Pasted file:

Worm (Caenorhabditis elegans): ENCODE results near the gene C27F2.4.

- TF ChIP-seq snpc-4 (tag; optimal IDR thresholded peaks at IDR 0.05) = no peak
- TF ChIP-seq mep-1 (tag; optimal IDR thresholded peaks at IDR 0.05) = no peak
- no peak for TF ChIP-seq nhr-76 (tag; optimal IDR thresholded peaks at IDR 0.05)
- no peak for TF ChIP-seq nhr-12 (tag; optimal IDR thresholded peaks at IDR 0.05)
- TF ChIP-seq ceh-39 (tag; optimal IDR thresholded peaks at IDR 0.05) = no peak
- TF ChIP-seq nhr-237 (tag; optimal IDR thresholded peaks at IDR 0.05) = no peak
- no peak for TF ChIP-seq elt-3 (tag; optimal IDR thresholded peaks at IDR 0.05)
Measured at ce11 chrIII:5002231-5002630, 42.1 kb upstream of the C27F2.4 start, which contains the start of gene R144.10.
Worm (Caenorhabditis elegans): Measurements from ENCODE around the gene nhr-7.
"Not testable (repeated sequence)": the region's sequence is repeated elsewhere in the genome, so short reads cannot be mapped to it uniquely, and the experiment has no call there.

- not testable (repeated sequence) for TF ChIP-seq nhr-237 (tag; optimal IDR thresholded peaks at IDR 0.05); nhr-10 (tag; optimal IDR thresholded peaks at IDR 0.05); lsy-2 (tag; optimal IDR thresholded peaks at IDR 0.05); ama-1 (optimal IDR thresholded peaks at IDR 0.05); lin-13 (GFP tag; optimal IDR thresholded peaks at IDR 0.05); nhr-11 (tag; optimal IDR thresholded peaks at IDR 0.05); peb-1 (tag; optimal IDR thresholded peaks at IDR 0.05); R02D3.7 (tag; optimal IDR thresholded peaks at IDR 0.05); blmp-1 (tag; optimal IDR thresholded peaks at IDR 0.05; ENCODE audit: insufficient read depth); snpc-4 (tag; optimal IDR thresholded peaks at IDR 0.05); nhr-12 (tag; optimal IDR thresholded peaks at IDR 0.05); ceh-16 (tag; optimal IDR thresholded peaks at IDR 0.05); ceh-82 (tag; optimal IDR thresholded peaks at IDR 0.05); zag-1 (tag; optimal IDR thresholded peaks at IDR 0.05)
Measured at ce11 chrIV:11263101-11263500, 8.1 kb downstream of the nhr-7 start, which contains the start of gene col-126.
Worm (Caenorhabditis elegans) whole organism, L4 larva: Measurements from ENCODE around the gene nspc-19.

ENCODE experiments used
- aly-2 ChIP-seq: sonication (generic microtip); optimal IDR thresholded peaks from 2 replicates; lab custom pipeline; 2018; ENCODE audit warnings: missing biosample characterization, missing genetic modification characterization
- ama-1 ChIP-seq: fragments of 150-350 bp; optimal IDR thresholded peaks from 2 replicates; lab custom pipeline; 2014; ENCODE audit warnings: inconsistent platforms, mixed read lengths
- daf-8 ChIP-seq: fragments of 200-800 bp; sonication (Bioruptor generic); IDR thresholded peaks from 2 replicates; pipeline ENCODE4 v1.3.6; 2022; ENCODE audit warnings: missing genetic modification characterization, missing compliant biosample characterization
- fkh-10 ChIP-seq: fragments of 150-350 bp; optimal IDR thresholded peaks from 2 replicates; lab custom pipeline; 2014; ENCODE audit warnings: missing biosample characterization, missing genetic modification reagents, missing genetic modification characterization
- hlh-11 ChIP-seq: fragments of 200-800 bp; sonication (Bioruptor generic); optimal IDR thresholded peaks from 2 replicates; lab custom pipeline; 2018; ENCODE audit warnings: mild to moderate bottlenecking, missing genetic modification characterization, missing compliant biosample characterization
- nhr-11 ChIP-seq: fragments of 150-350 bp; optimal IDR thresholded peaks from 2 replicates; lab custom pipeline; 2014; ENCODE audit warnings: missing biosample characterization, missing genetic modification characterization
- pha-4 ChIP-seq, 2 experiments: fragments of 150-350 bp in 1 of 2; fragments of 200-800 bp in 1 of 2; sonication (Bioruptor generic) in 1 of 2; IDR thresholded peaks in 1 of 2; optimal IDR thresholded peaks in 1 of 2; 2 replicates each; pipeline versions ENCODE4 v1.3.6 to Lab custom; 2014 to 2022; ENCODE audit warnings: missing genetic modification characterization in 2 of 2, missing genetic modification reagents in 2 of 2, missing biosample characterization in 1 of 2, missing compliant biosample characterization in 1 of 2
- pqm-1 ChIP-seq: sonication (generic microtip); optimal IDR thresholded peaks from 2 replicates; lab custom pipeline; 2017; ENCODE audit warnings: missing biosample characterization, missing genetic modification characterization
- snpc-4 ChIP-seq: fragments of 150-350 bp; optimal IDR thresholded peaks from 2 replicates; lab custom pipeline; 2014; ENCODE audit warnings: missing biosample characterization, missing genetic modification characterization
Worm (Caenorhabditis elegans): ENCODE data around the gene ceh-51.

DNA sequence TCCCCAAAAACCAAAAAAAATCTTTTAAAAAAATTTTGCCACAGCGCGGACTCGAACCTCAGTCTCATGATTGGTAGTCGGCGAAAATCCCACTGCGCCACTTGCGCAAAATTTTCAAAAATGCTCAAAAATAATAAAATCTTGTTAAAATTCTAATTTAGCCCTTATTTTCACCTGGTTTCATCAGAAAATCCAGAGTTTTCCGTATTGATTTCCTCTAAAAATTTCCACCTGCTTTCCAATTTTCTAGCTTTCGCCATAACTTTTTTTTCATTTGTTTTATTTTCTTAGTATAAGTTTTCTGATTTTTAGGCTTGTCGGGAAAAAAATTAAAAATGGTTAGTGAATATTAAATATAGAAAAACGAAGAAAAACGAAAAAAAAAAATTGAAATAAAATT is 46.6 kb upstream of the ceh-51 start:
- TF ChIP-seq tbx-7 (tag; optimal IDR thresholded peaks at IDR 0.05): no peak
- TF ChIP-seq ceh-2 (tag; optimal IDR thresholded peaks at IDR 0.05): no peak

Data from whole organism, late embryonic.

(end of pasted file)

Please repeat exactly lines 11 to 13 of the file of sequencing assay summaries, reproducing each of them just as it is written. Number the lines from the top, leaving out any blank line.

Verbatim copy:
"Not testable (repeated sequence)": the region's sequence is repeated elsewhere in the genome, so short reads cannot be mapped to it uniquely, and the experiment has no call there.

- not testable (repeated sequence) for TF ChIP-seq nhr-237 (tag; optimal IDR thresholded peaks at IDR 0.05); nhr-10 (tag; optimal IDR thresholded peaks at IDR 0.05); lsy-2 (tag; optimal IDR thresholded peaks at IDR 0.05); ama-1 (optimal IDR thresholded peaks at IDR 0.05); lin-13 (GFP tag; optimal IDR thresholded peaks at IDR 0.05); nhr-11 (tag; optimal IDR thresholded peaks at IDR 0.05); peb-1 (tag; optimal IDR thresholded peaks at IDR 0.05); R02D3.7 (tag; optimal IDR thresholded peaks at IDR 0.05); blmp-1 (tag; optimal IDR thresholded peaks at IDR 0.05; ENCODE audit: insufficient read depth); snpc-4 (tag; optimal IDR thresholded peaks at IDR 0.05); nhr-12 (tag; optimal IDR thresholded peaks at IDR 0.05); ceh-16 (tag; optimal IDR thresholded peaks at IDR 0.05); ceh-82 (tag; optimal IDR thresholded peaks at IDR 0.05); zag-1 (tag; optimal IDR thresholded peaks at IDR 0.05)
Measured at ce11 chrIV:11263101-11263500, 8.1 kb downstream of the nhr-7 start, which contains the start of gene col-126.